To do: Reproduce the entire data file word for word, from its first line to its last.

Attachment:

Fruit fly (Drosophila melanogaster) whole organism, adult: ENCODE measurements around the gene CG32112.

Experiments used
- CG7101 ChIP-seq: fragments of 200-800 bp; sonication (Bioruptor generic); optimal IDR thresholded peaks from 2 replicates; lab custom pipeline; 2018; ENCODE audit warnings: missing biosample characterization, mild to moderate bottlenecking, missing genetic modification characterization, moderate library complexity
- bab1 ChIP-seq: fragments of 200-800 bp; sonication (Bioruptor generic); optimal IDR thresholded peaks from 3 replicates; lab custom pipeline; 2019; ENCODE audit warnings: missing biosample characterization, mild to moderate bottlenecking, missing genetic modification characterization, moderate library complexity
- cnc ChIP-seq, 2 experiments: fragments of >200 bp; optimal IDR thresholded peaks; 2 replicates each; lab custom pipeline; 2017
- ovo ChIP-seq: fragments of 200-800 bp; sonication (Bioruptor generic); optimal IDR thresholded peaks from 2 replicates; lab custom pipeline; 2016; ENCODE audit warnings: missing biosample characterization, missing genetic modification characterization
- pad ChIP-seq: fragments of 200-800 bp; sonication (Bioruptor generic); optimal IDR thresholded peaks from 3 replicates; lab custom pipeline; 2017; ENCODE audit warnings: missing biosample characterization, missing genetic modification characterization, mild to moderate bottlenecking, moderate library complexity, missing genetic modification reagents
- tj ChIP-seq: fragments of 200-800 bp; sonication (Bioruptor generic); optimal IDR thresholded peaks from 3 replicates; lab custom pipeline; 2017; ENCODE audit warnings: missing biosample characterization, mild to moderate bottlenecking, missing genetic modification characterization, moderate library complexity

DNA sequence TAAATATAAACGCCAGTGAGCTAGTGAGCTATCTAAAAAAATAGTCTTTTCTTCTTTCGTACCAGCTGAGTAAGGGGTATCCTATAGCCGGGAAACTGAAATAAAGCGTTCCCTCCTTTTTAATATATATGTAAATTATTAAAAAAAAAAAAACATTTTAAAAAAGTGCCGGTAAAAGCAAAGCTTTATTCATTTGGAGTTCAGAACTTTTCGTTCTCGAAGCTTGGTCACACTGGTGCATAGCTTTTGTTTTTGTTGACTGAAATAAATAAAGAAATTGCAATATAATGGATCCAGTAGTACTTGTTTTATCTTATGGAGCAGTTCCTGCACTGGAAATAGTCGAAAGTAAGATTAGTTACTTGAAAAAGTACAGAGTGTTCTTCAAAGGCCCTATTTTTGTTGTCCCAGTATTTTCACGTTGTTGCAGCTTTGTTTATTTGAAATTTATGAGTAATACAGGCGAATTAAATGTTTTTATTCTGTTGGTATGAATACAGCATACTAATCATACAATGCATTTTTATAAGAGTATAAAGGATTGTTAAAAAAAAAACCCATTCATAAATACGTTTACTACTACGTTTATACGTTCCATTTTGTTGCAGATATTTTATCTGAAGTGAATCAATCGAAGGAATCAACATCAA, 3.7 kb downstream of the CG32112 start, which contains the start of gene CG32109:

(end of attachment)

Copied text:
Fruit fly (Drosophila melanogaster) whole organism, adult: ENCODE measurements around the gene CG32112.

Experiments used
- CG7101 ChIP-seq: fragments of 200-800 bp; sonication (Bioruptor generic); optimal IDR thresholded peaks from 2 replicates; lab custom pipeline; 2018; ENCODE audit warnings: missing biosample characterization, mild to moderate bottlenecking, missing genetic modification characterization, moderate library complexity
- bab1 ChIP-seq: fragments of 200-800 bp; sonication (Bioruptor generic); optimal IDR thresholded peaks from 3 replicates; lab custom pipeline; 2019; ENCODE audit warnings: missing biosample characterization, mild to moderate bottlenecking, missing genetic modification characterization, moderate library complexity
- cnc ChIP-seq, 2 experiments: fragments of >200 bp; optimal IDR thresholded peaks; 2 replicates each; lab custom pipeline; 2017
- ovo ChIP-seq: fragments of 200-800 bp; sonication (Bioruptor generic); optimal IDR thresholded peaks from 2 replicates; lab custom pipeline; 2016; ENCODE audit warnings: missing biosample characterization, missing genetic modification characterization
- pad ChIP-seq: fragments of 200-800 bp; sonication (Bioruptor generic); optimal IDR thresholded peaks from 3 replicates; lab custom pipeline; 2017; ENCODE audit warnings: missing biosample characterization, missing genetic modification characterization, mild to moderate bottlenecking, moderate library complexity, missing genetic modification reagents
- tj ChIP-seq: fragments of 200-800 bp; sonication (Bioruptor generic); optimal IDR thresholded peaks from 3 replicates; lab custom pipeline; 2017; ENCODE audit warnings: missing biosample characterization, mild to moderate bottlenecking, missing genetic modification characterization, moderate library complexity

DNA sequence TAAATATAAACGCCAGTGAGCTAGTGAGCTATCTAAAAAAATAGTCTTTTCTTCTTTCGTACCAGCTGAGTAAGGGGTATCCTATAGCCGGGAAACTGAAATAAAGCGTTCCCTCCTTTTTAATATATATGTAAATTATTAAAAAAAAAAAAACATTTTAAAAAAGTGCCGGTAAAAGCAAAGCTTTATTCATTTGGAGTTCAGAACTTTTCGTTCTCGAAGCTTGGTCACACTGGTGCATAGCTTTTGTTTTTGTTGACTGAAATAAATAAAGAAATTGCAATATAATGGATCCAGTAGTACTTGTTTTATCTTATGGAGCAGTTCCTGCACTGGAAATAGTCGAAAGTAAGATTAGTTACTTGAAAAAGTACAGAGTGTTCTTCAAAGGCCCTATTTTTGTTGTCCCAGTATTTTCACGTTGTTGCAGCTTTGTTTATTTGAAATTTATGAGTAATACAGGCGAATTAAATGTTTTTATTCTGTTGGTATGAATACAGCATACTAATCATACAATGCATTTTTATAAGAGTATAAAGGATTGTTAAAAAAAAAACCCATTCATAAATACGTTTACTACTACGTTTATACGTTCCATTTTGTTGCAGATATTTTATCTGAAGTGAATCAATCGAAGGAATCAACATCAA, 3.7 kb downstream of the CG32112 start, which contains the start of gene CG32109: